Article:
The problem with today's youth is their addiction to technology. We have an undeniable hunger for entertainment. The hunger must be fed and sustained or we cannot function properly, yet it is never filled. We yearn for more and more. This, in turn, produces new technology to meet consumer needs. MP3 players, cell phones, and laptops are all objects to entertain our dulled minds. Rarely do we cure our boredom with a book or another form of "intellectual" entertainment. We would rather let the screen display colored lights and sounds to satisfy our epic appetites.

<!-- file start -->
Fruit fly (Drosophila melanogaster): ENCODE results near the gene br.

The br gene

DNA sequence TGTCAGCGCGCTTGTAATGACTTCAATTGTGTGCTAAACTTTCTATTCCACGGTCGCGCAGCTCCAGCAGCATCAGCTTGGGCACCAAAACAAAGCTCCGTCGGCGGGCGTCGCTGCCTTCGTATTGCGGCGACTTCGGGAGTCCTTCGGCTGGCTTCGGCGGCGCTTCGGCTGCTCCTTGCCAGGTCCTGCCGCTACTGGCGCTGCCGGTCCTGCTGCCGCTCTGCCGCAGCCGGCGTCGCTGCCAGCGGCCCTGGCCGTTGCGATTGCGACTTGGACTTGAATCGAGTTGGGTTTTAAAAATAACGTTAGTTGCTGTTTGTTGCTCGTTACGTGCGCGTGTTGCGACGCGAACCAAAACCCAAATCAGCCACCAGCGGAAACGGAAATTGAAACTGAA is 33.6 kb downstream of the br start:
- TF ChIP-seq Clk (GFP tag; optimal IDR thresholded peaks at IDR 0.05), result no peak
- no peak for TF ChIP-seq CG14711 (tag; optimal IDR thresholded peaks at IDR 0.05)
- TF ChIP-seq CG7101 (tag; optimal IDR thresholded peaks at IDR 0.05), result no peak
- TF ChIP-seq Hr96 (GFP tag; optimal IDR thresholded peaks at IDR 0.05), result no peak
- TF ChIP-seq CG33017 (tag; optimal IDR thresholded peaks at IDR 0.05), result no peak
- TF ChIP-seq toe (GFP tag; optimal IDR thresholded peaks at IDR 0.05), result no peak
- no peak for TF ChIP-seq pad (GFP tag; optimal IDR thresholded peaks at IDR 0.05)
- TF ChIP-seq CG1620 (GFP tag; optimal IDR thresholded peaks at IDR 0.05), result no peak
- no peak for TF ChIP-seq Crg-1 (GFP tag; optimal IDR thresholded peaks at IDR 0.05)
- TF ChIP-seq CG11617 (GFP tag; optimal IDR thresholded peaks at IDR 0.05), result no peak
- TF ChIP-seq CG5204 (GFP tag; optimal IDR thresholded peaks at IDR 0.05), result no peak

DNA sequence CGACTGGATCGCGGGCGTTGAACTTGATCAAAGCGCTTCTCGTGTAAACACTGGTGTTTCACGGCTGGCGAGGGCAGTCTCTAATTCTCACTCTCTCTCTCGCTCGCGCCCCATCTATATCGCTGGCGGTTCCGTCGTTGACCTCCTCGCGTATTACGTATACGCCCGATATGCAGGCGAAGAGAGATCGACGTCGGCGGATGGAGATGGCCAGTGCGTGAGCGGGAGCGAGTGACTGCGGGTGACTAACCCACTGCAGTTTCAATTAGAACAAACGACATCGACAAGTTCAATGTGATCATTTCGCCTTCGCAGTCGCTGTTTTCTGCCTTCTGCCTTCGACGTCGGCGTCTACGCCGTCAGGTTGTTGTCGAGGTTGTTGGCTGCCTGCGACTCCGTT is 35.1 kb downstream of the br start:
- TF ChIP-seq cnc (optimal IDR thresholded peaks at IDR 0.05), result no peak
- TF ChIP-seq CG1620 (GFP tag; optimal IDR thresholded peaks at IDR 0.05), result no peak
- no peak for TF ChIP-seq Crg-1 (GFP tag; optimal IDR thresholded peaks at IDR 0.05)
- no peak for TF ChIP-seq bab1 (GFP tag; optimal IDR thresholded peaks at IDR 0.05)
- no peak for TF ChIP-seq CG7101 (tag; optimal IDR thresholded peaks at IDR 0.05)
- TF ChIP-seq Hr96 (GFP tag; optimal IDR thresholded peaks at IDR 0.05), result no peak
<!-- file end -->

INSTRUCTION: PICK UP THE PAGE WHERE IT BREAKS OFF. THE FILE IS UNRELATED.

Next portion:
The quest for entertainment can be seen in the 2005 study of Americans ages 8 to 18 using technology by the Kaiser Family Foundation. The foundation found that 8.5 hours of a child's day is spent using technology for IMing, listening to music and watching movies. With so much time spent at the computer or on the couch, one begins to wonder when the children exercise or interact with family and friends face-to-face. Clearly with so much time spent being engrossed in their technology, the youth of today do not met the physical and social requirements they should. We fall back upon technology today. We know we'll always have the T.V. and the music, so we rely on it to make us feel better. For example, your parents are fighting in the other room. What do you do? Go to your room, crank up the stereo and let your favorite band drown out your parents. Or let's say you've had a bad week. Your boyfriend cheated on you, you broke a nail, and to top it all off your cat died. The solution? A chick flick and a tub of Ben & Jerry's. Multitasking is the devil. It's sucking the life out of America. When you're multitasking, your percentage rate for errors goes up and it takes longer to finish what you're working on, says David E. Meyer of the University of Michigan. This causes youths to be inefficient in their work, and in the end, is not worth it. If we would just take the time to sit down and do something,...
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